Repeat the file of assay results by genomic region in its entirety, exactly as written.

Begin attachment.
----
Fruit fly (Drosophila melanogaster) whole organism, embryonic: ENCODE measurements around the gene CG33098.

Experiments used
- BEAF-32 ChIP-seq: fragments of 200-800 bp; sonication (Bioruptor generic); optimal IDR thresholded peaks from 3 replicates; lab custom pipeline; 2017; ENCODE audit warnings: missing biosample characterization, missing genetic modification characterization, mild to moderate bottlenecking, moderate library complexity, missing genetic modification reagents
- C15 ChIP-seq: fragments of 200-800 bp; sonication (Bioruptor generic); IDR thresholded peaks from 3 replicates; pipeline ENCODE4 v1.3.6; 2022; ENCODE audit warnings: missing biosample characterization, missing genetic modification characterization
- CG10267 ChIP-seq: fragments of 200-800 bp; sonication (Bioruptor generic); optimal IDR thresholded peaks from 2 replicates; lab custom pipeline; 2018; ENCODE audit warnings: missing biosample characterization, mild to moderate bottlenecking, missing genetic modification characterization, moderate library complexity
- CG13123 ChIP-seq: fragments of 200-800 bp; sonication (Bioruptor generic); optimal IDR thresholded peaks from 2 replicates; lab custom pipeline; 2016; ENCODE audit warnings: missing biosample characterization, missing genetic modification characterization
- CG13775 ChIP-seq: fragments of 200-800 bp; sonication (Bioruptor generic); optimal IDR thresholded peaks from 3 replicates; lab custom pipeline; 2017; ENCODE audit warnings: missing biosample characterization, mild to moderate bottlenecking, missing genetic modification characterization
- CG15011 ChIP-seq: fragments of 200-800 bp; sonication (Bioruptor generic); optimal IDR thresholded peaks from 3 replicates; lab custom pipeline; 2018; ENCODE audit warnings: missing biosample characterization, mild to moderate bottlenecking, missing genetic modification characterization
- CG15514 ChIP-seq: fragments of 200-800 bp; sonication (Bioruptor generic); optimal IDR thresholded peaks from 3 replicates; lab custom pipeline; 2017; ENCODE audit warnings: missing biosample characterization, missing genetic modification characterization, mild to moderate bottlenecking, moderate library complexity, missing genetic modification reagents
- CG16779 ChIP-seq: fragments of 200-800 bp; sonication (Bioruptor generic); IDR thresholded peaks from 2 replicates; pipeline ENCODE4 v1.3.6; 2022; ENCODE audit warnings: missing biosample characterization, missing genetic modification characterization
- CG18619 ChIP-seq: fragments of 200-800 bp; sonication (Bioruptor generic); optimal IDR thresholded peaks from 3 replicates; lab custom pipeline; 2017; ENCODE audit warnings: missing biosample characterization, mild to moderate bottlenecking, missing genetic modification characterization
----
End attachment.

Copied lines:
Fruit fly (Drosophila melanogaster) whole organism, embryonic: ENCODE measurements around the gene CG33098.

Experiments used
- BEAF-32 ChIP-seq: fragments of 200-800 bp; sonication (Bioruptor generic); optimal IDR thresholded peaks from 3 replicates; lab custom pipeline; 2017; ENCODE audit warnings: missing biosample characterization, missing genetic modification characterization, mild to moderate bottlenecking, moderate library complexity, missing genetic modification reagents
- C15 ChIP-seq: fragments of 200-800 bp; sonication (Bioruptor generic); IDR thresholded peaks from 3 replicates; pipeline ENCODE4 v1.3.6; 2022; ENCODE audit warnings: missing biosample characterization, missing genetic modification characterization
- CG10267 ChIP-seq: fragments of 200-800 bp; sonication (Bioruptor generic); optimal IDR thresholded peaks from 2 replicates; lab custom pipeline; 2018; ENCODE audit warnings: missing biosample characterization, mild to moderate bottlenecking, missing genetic modification characterization, moderate library complexity
- CG13123 ChIP-seq: fragments of 200-800 bp; sonication (Bioruptor generic); optimal IDR thresholded peaks from 2 replicates; lab custom pipeline; 2016; ENCODE audit warnings: missing biosample characterization, missing genetic modification characterization
- CG13775 ChIP-seq: fragments of 200-800 bp; sonication (Bioruptor generic); optimal IDR thresholded peaks from 3 replicates; lab custom pipeline; 2017; ENCODE audit warnings: missing biosample characterization, mild to moderate bottlenecking, missing genetic modification characterization
- CG15011 ChIP-seq: fragments of 200-800 bp; sonication (Bioruptor generic); optimal IDR thresholded peaks from 3 replicates; lab custom pipeline; 2018; ENCODE audit warnings: missing biosample characterization, mild to moderate bottlenecking, missing genetic modification characterization
- CG15514 ChIP-seq: fragments of 200-800 bp; sonication (Bioruptor generic); optimal IDR thresholded peaks from 3 replicates; lab custom pipeline; 2017; ENCODE audit warnings: missing biosample characterization, missing genetic modification characterization, mild to moderate bottlenecking, moderate library complexity, missing genetic modification reagents
- CG16779 ChIP-seq: fragments of 200-800 bp; sonication (Bioruptor generic); IDR thresholded peaks from 2 replicates; pipeline ENCODE4 v1.3.6; 2022; ENCODE audit warnings: missing biosample characterization, missing genetic modification characterization
- CG18619 ChIP-seq: fragments of 200-800 bp; sonication (Bioruptor generic); optimal IDR thresholded peaks from 3 replicates; lab custom pipeline; 2017; ENCODE audit warnings: missing biosample characterization, mild to moderate bottlenecking, missing genetic modification characterization